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About the Photos

Most of the photos on this site were extracted from reference images (high-resolution tiffs, 20 to 200 megabytes in size) from the Library of Congress research archive. (To query the database click here.) Many were digitized by LOC contractors using a Sinar studio back. They are adjusted by your webmaster for contrast and color in Photoshop before being downsized and turned into the jpegs you see here.

 
 
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VINTAGRAPH • WPA • WWII • ROSES BY VINCENT VAN GOGH, 1890

Visible Writer: 1918

Visible Writer: 1918

Washington, D.C., circa 1918. Another thrilling installment of "Emergency Fleet Corporation, building exterior." At center is the Underwood typewriter office at 1206 F Street N.W. Harris & Ewing Collection glass negative. View full size.

 

Not my sheltie after all

That poster in the window of the bookshop - the thing on the pillow looks like my sheltie with the covers pulled up. I guess not.

Underwood Typewriter

In the early sixties, during my teen-age time, my father brought such an Underwood typewriter:

a spare one from the office where he worked, for use at home. My brother and I saw it and were amazed by it, saying: "wow, that's an old-fashioned typewriter!", when our mother, somewhat indignantly answered: "Old-fashioned, you call that old-fashioned? I worked all my working life with such a machine!" She was from 1902, being the first girl at a Rotterdam high school (until then for boys only), and worked as an assistant at a bank's office. When there happened to be a cash discrepancy of a cent, they had to make over-time (without being paid for!) until the cause of the discrepancy would have been found.

Fonts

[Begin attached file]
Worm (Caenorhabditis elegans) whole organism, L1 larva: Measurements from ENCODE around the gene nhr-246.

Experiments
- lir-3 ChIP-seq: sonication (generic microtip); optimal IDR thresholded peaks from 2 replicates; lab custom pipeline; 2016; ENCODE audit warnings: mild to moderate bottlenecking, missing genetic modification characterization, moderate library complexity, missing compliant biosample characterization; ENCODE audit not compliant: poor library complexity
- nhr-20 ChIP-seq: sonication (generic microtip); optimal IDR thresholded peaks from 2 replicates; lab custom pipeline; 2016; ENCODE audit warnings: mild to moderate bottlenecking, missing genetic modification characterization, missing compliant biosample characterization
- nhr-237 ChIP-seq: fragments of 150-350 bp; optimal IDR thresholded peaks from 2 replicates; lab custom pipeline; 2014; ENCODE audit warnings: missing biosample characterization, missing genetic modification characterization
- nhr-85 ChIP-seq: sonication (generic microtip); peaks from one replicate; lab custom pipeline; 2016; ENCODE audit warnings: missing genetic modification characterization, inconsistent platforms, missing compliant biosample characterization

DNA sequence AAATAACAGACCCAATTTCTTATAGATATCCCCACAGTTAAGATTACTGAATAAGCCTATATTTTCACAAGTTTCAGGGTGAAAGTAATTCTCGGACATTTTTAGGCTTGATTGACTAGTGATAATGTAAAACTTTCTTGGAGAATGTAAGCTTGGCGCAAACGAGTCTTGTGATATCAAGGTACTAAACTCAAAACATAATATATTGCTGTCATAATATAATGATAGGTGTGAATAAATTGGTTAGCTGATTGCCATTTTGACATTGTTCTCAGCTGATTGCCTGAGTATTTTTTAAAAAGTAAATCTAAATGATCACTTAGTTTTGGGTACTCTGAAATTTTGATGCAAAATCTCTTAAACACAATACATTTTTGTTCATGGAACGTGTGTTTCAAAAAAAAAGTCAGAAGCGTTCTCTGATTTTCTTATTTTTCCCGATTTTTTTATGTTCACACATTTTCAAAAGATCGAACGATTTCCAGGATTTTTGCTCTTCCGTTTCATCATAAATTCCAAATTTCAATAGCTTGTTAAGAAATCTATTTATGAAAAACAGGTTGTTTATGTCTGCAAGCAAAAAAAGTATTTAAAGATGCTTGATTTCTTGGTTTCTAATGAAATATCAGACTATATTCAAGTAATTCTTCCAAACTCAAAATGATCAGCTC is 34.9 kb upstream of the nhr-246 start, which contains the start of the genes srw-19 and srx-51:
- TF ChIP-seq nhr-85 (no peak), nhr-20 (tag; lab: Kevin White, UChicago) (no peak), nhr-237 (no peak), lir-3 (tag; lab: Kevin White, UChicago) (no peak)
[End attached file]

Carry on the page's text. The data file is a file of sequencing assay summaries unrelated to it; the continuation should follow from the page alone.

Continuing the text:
My first thought was that International Mercantile Marine wisely chose Arial/Verdana, knowing it would last at least the next 100 years!

Early American

Wow! Must be Early Piscataway architecture!

Anno 1206

Here in Europe a number on the gable stands for the year of build. Is it common in America to put the number of the address there?

[Maybe it's one of Washington's few remaining 13th-century typewriter shops. Paging Stanton Square! - Dave]

Future Font

The window lettering on Stewards Business College looks very ahead of its time. It still has some old-world feel about the shapes, especially the e's and g's, but overall it looks more like lettering done much later in the 20th Century. And look; lower-case letters on signage! The nerve! They must've been using Macs in there. Way ahead of their time.

Compelling drama

That car in the middle looks really nice. And I must say that the streetwalkers were well dressed back in the day.

World's greatest typists

"THE World's greatest typists" sounds funny, was it such a higly appraised job back then?

Upper Class

This must be a real upper class area photo, with no Fords in sight as well as high dollar cruises for sale, and superb women's apparel too. Even if I was rich then I would surely think twice about a cruise with the White Star Line!

"The Machine You Will Eventually Buy"

Just down the street: Erlebacher's Clothing and Saks Fur Co.


1916_underword_typewriter

Jackie Was Here

Erlebacher's "became nationally famous when Jacqueline Bouvier bought much of her trousseau there prior to her marriage to John Fitzgerald Kennedy."

http://en.wikipedia.org/wiki/Erlebacher%27s

Birthplace of the National Press Club

"In a room lent by the Washington Chamber of Commerce in the old Brentano Building at Twelfth and F Streets thirty-two eager newspapermen appeared and, at 4:30 o'clock on March 12, 1908, was born the National Press Club."

What Goes Around...

Those boots on the lady to the left, I swear I saw them in the shoestore today.

White Star

Hey look, it's the local offices of White Star Line! Stop in and ask them about their soon-to-be-built megaship, the Titan-something-or-another. I hear it'll be unsinkable!

[In 1918 you'd be a little late. - Dave]

Right On Time

Two well dressed ladies waiting for the trolley.

 
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Shorpy.com | History in HD is a vintage photo blog featuring thousands of high-definition images from the 1850s to 1950s. The site is named after Shorpy Higginbotham, a teenage coal miner who lived 100 years ago.

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